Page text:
Just a quick plug for a special offer Codemanship are doing for November. To help companies whose training budgets are being squeezed by Brexit uncertainty, if you confirm your booking for a 1, 2 or 3-day TDD training workshop this month (for delivery before end of Feb 2018), you'll get a whopping 50% off.

This is our flagship course - refined through years delivering TDD training to thousands of developers - and is probably the most hands-on and comprehensive TDD and code craft training workshop you can get... well, pretty much anywhere. There are no PowerPoint presentations, just live demonstrations and practical exercises to get your teeth into.

As well as the basics, we cover BDD and Specification by Example, refactoring, software design principles, Continuous Integration and Continuous Delivery, end-to-end test-driven design, mocking, stubbing, data-driven and property-based unit testing, mutation testing and heap more besides. It's so much more than a TDD course!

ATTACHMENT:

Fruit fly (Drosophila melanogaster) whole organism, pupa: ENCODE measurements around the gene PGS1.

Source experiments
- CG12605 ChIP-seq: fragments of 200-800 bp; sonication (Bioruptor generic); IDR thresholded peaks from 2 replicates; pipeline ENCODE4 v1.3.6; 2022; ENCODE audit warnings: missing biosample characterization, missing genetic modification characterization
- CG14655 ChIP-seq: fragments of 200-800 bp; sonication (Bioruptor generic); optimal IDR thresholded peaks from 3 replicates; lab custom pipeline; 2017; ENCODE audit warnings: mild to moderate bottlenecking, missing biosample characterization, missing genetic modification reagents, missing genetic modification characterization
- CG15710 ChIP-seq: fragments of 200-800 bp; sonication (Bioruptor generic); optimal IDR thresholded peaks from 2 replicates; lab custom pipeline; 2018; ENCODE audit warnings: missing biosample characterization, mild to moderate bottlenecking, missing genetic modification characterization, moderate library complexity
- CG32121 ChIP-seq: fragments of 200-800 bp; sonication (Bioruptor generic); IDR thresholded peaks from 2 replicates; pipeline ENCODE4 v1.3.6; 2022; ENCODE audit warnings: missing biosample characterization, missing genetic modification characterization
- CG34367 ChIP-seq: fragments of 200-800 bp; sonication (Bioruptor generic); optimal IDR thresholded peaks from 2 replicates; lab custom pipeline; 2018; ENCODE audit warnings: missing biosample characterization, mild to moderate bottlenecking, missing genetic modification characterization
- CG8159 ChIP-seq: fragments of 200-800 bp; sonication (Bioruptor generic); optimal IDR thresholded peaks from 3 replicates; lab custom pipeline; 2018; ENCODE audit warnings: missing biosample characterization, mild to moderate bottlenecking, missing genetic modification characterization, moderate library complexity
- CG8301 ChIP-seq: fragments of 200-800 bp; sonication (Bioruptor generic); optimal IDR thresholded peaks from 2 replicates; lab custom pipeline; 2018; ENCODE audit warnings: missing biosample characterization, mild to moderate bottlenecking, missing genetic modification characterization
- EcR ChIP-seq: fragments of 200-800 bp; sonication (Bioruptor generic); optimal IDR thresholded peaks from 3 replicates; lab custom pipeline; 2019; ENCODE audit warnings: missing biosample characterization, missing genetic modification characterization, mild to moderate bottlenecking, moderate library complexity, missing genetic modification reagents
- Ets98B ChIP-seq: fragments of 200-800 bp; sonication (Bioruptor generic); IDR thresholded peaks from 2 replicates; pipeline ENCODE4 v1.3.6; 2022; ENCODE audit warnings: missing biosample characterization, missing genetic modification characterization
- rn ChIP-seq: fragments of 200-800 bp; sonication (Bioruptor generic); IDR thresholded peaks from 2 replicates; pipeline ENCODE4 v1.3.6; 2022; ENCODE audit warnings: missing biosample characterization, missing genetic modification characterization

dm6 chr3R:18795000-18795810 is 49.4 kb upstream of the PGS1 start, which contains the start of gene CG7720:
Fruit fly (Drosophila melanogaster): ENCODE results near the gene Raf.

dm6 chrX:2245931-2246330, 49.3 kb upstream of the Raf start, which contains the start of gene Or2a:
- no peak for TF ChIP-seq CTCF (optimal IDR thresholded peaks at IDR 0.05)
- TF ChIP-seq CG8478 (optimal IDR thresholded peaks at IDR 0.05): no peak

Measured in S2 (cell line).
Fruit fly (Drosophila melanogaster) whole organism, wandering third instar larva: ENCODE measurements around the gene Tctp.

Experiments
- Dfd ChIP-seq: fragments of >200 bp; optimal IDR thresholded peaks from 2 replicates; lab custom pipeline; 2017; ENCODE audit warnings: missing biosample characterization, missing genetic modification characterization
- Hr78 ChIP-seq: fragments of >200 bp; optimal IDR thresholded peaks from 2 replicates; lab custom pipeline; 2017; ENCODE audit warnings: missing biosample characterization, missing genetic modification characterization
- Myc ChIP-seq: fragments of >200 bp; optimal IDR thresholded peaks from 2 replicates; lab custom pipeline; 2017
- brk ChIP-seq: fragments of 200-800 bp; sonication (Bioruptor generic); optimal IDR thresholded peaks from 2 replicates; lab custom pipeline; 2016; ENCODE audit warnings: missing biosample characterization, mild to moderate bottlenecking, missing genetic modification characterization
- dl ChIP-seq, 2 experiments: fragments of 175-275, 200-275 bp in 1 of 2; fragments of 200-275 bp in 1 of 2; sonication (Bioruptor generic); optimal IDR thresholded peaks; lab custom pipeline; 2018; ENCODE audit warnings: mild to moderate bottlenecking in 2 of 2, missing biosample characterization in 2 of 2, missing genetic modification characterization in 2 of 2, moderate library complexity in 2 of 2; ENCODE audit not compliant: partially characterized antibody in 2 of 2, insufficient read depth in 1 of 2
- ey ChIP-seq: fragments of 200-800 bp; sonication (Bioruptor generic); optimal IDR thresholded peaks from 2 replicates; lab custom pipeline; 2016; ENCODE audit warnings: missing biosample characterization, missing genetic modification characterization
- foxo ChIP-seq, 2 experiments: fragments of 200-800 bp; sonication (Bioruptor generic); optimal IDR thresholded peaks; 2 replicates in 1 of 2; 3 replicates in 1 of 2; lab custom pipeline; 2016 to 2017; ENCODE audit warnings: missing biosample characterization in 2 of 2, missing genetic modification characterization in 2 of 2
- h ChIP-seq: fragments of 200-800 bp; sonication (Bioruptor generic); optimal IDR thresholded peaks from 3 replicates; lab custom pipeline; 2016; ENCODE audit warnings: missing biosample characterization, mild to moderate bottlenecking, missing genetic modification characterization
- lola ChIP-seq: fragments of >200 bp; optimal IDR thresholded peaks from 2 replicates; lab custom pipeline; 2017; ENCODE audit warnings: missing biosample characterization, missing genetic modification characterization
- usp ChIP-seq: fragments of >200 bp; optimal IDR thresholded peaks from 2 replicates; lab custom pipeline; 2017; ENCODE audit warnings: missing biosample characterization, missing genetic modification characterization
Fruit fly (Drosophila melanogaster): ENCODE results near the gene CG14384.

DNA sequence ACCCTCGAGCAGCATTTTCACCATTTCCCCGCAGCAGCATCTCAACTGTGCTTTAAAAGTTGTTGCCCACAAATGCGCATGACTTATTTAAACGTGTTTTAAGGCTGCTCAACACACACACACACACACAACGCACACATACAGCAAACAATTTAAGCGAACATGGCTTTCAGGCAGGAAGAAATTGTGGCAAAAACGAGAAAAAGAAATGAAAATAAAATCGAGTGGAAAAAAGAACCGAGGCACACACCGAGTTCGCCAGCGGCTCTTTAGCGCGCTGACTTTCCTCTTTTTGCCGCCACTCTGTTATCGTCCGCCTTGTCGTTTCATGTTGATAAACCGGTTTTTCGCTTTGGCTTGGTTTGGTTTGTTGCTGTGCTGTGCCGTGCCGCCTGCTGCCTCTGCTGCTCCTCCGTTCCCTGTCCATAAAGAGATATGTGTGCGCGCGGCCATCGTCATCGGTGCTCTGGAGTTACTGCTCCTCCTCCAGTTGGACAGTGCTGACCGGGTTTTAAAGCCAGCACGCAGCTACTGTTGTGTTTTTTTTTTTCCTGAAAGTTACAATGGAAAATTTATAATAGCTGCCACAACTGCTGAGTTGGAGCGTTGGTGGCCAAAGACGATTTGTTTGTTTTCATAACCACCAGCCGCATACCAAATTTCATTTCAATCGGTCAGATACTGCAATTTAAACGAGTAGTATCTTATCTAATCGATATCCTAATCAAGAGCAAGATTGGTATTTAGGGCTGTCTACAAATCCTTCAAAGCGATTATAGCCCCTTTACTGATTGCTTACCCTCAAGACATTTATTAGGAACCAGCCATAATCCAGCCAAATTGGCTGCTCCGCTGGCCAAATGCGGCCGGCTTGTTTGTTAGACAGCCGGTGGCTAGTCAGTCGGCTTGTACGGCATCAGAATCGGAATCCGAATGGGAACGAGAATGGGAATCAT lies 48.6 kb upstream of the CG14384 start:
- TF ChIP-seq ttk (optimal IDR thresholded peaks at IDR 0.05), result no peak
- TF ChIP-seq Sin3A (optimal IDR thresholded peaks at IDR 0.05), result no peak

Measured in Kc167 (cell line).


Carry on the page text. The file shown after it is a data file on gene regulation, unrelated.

And every attendee gets a copy of our exclusive 200-page TDD course book, rated 5 stars on goodreads.com, which goes into even more detail, with oodles of extra practical exercises to continue your journey with.

If you want to know more about the course, visit http://www.codemanship.com/tdd.html, or drop me a line.


October 24, 2017

Learn TDD with Codemanship

Don't Want to TDD? Don't TDD. Just Be Honest About Your Reasons


A growing body of evidence strongly suggests that Test-Driven Development produces code that is - on average - more reliable (less bugs per KLOC) and more maintainable (simpler, less duplication, more modular, and far faster and cheaper to re-test). And it can do this with little or no extra effort.